14 December 2015

Nostra aetate (6) ... two recent popes

In 1980, addressing a Jewish gathering in Germany, B John Paul II said (I extract this from a long sentence):
" ... dialogue; that is, the meeting between the people of the Old Covenant (never revoked by God, cf Romans 11:29) and that of the New Covenant, is at the same time ..."

In 2013, Pope Francis, in the course of his Apostolic Exhortation Evangelii gaudium, also referred to the Old Covenant as not having been revoked. I commented on this earlier.

First: a few words about status.

Pope John Paul was addressing a meeting of Jews, which makes it improbable that he can be said to have been speaking as Successor of S Peter and formally binding members of the Catholic Church. Moreover, his words were uttered, as Common Law jurists put it, obiter; that is to say, they were a passing remark and not given as a considered judgement upon a disputed  question.

As we saw in an earlier post, Cardinal Raymond Burke, who must be presumed to know about these things, expressed a strong conviction that Evangelii gaudium is not part of the Magisterium.

It would, however, be profoundly unsatisfactory to leave the matter as though we had merely wished to establish that the words quoted lack any binding quality upon the Catholic conscience and thus to avoid a difficulty. It would be to imply that our beloved Holy Father was in contradiction to the teaching of all his predecessors down to very recently. In accordance with the Hermeneutic of Continuity, we should attempt to think intelligently about how his words do express a coherent doctrine in line with the Tradition of all the Ages.

I am not a dogmatic theologian; others can certainly do this better than I can. But I tentatively suggest that one way of approaching this is to distinguish by means of the two adverbs 'Salvifically' and 'Eschatologically'. Salvifically, the Old Covenant is of no effect. It has been 'emptied', in the word used by Pope S Leo the Great and explicitly cited by Pope Pius XII. Of course, God's uncovenanted mercies may extend to individual Jews, just as to individual Moslems or Agnostics who are in invincible ignorance. But Article XVIII of the Church of England speaks for the wholeness of Tradition when it anathematises (anathematizandi sunt) those* who say that "every man shall be saved by the law or sect which he professeth, so that he be diligent to frame his life according to that law, and the light of nature. For Holy Scripture doth set out unto us only the name of Jesus Christ, whereby men must be saved".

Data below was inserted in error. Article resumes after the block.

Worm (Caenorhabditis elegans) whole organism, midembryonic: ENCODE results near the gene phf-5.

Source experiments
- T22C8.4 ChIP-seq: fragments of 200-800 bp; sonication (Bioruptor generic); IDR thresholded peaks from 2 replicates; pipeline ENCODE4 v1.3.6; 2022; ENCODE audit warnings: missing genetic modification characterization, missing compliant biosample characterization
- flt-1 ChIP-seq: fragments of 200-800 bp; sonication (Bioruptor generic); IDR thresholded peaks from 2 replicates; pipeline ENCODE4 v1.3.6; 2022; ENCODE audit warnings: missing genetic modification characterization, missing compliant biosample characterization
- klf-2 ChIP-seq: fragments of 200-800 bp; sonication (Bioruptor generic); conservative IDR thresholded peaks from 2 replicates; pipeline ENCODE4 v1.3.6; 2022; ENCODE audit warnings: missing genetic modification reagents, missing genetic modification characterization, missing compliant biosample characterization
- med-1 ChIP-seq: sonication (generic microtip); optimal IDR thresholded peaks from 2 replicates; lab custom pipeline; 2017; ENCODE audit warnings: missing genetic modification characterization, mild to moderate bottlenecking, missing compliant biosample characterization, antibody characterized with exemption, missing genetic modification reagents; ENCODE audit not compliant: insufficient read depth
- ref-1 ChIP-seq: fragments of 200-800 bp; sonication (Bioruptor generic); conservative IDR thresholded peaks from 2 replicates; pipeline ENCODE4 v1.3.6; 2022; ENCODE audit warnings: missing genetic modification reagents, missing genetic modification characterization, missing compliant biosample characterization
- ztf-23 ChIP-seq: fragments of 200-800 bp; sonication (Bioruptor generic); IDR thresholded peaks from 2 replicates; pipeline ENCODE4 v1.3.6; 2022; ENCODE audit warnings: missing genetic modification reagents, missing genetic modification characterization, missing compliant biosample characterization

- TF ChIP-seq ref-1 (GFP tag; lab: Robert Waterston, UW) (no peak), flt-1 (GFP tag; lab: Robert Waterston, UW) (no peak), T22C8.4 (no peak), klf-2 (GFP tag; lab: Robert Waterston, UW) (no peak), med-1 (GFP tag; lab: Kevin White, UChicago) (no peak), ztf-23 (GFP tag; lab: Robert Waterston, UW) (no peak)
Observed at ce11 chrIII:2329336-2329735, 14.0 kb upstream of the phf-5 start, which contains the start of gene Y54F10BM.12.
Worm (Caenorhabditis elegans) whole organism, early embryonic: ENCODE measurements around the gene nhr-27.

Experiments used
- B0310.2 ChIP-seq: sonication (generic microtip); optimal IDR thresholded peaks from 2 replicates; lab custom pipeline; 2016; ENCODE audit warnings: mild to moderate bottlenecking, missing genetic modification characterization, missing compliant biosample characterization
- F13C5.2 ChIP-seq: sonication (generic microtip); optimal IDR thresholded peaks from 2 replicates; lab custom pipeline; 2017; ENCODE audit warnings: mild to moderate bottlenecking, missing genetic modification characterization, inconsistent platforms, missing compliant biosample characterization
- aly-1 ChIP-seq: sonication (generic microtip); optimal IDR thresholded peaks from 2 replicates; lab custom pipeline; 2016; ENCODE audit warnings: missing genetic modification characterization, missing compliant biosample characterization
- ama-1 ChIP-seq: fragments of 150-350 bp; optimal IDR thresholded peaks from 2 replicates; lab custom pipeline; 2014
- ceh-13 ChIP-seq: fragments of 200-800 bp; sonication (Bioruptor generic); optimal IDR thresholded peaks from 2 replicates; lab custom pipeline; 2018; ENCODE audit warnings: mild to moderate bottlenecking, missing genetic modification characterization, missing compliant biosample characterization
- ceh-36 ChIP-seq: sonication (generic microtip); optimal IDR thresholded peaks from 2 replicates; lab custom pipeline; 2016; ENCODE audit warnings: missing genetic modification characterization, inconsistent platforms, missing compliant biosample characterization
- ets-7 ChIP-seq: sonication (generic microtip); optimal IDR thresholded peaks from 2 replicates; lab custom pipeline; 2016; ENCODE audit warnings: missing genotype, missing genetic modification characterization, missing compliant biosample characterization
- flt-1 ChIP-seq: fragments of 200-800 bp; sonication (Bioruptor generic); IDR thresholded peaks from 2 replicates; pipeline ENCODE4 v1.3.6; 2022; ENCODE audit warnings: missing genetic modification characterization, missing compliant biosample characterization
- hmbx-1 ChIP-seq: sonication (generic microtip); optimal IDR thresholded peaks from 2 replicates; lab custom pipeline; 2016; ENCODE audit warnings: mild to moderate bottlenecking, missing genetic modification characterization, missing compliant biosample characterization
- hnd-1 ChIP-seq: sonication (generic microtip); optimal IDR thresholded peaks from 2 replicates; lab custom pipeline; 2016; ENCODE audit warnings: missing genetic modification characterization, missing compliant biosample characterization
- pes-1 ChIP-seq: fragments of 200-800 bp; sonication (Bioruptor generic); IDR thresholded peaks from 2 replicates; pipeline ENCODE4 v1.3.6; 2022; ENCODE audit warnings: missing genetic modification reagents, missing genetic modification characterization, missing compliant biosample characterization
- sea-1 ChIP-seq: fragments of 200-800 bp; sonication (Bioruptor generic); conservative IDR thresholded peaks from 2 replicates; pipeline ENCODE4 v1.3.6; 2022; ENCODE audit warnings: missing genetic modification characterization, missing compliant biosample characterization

Eschatologically, however, S Paul teaches that God still loves the Jews because of 'election', that is, his first covenantal choice; and that his covenant faithfulness with them will, at the End, the Eschaton, be vindicated when they finally come to him through their Lord and Saviour Christ in penitence, faith, and obedience. Benedict XVI changed the Good Friday Prayer for the Jews in his Extraordinary Form so as to pray that God will "illuminate their hearts so that they acknowledge Jesus Christ as the Saviour of all men"; that the God who "wishes all men to be saved and come to the knowledge of the Truth, will grant that as the fullness of the nations (gentium) enters his Church, so all Israel will be saved". Lex orandi lex credendi ... if this is not a solemn doctrinal statement by a very recent pontiff, probably the most learned pope since Benedict XIV, I do not know what is.**

I am certain that John Paul II and Francis were also speaking in this same Eschatological sense because it aligns their words with the clear teaching of S Paul in Romans 11. The fact that others argue otherwise seems to me a grave ecclesial disorder and a very considerable skandalon in the Catholic body. It is to argue for a hermeneutic of rupture and discontinuity. It is to argue that, in a historically very brief period, there has been a complete U-turn in the teaching, indeed, in the basic doctrinal grammar, of the Catholic Church. It is to assume that (on what both sides of this debate seem to agree is an extremely important question) one pope (Francis) flatly contradicted, in a doctrinal matter, what his predecessor (Benedict) had established only half a decade earlier. To say that this is what happened is to attempt a complete subversion of the Petrine Primacy. It is not only to expose all papal utterances to contempt, but also to advance a thesis and to promote a cultural trajectory which will feed the fires of Sedevacantism***.